Amidst a sharp increase in swine flu cases, German authorities are ordering vaccines but have no plans to take more drastic measures.
A sneeze can spread the H1N1 virus
Since July 20, the number of registered cases of swine flu in Germany has nearly doubled and now stands at 2,844, German health officials said on Friday.
Within the past 48 hours alone, nearly 1,000 cases were confirmed. Joerg Hacker, president of the Robert Koch Institute said in an interview on Friday that he believes the virus will continue to spread at this rate for a while.
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The reason is simple: according to the institute, 80 percent of the cases were imported by vacationers returning from countries like Spain and Great Britain, where 31 people have already died from the virus. Still, health authorities say they will not be issuing travel warnings, nor will they put a ban on large scale events. Minister of Health Ulla Schmidt says there is no reason to panic. Sports fans shouldn't feel they have to stay at home.
"My home team Alemannia Aachen is playing next week, and if I had time, I wouldn't hesitate to go," she told the mass-circulation Bildzeitung daily paper.
However, Hacker disagrees and says people should try to avoid group events if possible. Health officials have not ruled out temporarily shutting down public facilities, such as kindergardens or schools, should the need arise.
Vaccines on the way
The World Health Organisation says that 130,000 cases of H1N1 infections have been registered thus far. The WHO estimates that up to two billion people could be affected within the next two years.
Germany is preparing for the pandemic. The federal states have placed a joint order for 50 million doses of swine flu vaccine, enough to protect 30 percent of the population, or 25 million people, since everyone has to be vaccinated twice. First on the list to be vaccinated are people in especially high risk groups like asthmatics, the chronically ill and people who work in the health industry.
Hospitals are preparing for an increase in cases
The estimated total cost for this batch of vaccine is put at 700 million euros ($992 million), which will eventually be paid by the individual health insurance agencies. Buying enough doses to cover the entire population of Germany would cost 2 billion euros.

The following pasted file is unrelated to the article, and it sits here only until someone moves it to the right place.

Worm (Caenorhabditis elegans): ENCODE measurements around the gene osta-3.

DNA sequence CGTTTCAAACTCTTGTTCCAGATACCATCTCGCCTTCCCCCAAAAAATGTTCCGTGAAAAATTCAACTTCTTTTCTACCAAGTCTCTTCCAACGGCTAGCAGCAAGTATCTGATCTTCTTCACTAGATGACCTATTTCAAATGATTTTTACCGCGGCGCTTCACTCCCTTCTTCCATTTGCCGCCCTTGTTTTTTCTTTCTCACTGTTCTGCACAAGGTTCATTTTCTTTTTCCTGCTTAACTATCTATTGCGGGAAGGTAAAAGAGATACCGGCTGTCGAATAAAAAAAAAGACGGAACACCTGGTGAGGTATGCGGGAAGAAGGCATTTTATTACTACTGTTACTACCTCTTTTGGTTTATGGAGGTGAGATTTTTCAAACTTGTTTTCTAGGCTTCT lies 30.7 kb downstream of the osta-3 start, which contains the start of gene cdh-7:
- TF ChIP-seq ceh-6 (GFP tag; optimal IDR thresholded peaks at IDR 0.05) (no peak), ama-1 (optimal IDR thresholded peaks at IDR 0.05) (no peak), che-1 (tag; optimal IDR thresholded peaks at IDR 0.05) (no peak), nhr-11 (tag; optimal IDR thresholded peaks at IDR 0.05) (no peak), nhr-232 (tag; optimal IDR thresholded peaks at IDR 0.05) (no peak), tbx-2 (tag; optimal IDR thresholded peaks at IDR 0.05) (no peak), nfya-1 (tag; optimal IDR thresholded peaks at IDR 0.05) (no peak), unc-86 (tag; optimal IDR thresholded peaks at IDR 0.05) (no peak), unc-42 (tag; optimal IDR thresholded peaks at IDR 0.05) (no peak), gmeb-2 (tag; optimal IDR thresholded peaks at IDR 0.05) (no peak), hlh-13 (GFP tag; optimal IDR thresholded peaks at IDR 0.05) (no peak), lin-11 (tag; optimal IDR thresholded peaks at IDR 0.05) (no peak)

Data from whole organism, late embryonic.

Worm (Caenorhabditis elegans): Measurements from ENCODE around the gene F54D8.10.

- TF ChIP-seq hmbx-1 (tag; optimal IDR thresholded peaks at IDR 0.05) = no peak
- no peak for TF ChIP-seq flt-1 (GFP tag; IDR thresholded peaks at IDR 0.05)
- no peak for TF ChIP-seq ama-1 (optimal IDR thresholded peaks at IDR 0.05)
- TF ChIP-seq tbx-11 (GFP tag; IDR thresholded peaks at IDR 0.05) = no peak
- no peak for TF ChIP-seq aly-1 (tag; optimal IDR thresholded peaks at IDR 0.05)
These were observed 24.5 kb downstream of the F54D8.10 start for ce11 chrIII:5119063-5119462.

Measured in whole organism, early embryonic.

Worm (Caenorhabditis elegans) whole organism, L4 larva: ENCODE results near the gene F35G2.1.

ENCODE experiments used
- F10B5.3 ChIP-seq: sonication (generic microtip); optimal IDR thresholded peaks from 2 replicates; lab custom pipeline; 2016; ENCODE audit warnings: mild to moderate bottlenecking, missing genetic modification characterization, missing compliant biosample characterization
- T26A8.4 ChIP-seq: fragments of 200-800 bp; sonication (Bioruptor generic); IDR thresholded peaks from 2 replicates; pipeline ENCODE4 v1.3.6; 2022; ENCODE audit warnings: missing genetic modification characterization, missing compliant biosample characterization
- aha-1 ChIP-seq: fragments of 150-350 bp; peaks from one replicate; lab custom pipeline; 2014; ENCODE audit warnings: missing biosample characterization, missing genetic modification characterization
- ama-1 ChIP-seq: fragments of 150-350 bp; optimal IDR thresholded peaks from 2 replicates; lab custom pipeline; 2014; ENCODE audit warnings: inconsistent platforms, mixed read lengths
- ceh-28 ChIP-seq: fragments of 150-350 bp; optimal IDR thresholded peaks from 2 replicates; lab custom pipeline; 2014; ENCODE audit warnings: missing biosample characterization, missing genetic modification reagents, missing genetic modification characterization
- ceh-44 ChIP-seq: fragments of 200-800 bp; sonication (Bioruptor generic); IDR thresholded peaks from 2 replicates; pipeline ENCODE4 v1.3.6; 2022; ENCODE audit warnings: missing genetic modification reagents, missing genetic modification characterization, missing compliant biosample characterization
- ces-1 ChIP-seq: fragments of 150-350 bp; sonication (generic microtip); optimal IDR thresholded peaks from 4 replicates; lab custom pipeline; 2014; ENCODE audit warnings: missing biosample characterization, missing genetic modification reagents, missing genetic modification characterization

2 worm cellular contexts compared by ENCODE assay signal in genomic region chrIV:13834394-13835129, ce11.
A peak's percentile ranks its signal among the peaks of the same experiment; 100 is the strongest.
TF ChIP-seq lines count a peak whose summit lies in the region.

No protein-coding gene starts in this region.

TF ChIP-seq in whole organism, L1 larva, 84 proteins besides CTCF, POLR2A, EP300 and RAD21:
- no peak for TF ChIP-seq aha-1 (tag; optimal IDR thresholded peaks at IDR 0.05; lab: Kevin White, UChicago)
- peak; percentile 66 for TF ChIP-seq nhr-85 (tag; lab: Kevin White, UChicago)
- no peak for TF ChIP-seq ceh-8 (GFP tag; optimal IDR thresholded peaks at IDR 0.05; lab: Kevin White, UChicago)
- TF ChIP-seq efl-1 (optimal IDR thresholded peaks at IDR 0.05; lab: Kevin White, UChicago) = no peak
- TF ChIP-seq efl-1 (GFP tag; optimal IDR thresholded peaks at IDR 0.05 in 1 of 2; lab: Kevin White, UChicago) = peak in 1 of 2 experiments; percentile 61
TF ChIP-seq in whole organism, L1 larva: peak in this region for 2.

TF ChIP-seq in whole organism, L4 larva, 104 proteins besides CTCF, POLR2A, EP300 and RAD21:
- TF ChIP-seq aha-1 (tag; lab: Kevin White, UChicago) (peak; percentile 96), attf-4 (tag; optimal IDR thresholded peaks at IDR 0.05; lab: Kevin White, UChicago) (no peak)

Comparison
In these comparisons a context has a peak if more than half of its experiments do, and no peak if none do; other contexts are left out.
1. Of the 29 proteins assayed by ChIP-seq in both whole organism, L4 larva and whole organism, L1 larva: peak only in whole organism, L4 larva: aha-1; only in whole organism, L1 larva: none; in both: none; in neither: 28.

Preparing for the pandemic
However, a large percentage of the population may already have been infected by the time the vaccination program is ready in the fall, says virologist Alexander Kekule.
"Germany ordered the vaccines late - other countries were ahead of the game," he told German radio broadcaster NDR on Friday.
He warned that while most cases had been relatively mild up to now, the increase in infections could bring with it a death toll.
Other groups, such as large companies, are starting to make plans for the pandemic as well. Peter Hoebel, an expert in crisis management, told the German news agency dpa that corporations working globally could be at a decided disadvantage, but that their level of preparedness depended on their level of risk awareness.
Wash hands, don't shake them
German pharmaceutical and cosmetic companies say they are stocking up on their own batch of vaccines, to be made available to employees and their families, and are equipping their employees with protective clothing.
Washing your hands helps
Multinational Deutsche Telekom has set up a hygiene box in the company's canteen, where employees can wash their hands with disinfectant before eating. Employees have been asked to cut down on their work trips, and to use teleconferencing when possible.
Workers at the state bank WestLB have been asked to refrain from shaking hands when greeting one another.
However, crisis management expert Hoebel said that while it is important for personnel to be kept informed and realize the need to respond, it is essential that companies should be able to bring in a "reserve" staff on short notice. This kind of "pandemic plan" is most important for energy and telecommunication companies who provide critical infrastructure, he said.
Editor: Susan Houlton